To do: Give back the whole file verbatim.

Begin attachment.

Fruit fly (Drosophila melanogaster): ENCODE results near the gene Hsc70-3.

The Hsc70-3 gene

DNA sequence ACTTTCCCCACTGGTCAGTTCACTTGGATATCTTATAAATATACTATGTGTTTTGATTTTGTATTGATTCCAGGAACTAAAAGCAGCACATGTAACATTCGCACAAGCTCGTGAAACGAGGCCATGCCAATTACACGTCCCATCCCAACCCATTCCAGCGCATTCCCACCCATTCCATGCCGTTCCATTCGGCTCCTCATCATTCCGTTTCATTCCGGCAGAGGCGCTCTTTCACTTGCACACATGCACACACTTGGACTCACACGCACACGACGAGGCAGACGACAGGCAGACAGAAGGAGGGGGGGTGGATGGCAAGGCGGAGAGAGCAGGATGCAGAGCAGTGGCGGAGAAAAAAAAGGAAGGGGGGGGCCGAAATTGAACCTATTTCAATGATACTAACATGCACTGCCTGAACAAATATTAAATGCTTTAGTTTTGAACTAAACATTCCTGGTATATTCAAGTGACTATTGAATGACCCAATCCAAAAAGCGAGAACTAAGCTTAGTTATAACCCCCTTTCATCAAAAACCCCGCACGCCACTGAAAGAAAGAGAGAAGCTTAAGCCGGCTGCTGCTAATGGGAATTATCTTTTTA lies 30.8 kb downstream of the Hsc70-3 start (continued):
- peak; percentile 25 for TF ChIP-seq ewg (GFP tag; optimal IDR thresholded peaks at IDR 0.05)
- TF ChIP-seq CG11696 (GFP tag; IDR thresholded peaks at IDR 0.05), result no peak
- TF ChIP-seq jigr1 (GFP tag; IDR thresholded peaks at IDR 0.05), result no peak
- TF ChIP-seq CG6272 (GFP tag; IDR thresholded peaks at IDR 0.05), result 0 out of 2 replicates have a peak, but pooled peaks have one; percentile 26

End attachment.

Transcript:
Fruit fly (Drosophila melanogaster): ENCODE results near the gene Hsc70-3.

The Hsc70-3 gene

DNA sequence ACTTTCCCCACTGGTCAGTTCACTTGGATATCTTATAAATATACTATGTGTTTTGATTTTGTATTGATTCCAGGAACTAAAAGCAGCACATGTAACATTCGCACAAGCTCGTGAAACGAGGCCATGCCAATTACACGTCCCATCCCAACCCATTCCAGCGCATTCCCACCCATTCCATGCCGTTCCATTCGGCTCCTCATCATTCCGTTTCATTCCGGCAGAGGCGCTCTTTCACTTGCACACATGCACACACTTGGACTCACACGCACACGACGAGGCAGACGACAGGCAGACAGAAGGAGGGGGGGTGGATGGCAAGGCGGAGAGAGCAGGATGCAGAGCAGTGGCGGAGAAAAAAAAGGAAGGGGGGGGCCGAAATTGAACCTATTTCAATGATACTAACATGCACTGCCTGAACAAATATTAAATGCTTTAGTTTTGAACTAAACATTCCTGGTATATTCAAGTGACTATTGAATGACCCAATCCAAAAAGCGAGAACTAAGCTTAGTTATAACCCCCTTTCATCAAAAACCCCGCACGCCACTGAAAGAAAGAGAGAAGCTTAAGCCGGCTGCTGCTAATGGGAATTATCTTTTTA lies 30.8 kb downstream of the Hsc70-3 start (continued):
- peak; percentile 25 for TF ChIP-seq ewg (GFP tag; optimal IDR thresholded peaks at IDR 0.05)
- TF ChIP-seq CG11696 (GFP tag; IDR thresholded peaks at IDR 0.05), result no peak
- TF ChIP-seq jigr1 (GFP tag; IDR thresholded peaks at IDR 0.05), result no peak
- TF ChIP-seq CG6272 (GFP tag; IDR thresholded peaks at IDR 0.05), result 0 out of 2 replicates have a peak, but pooled peaks have one; percentile 26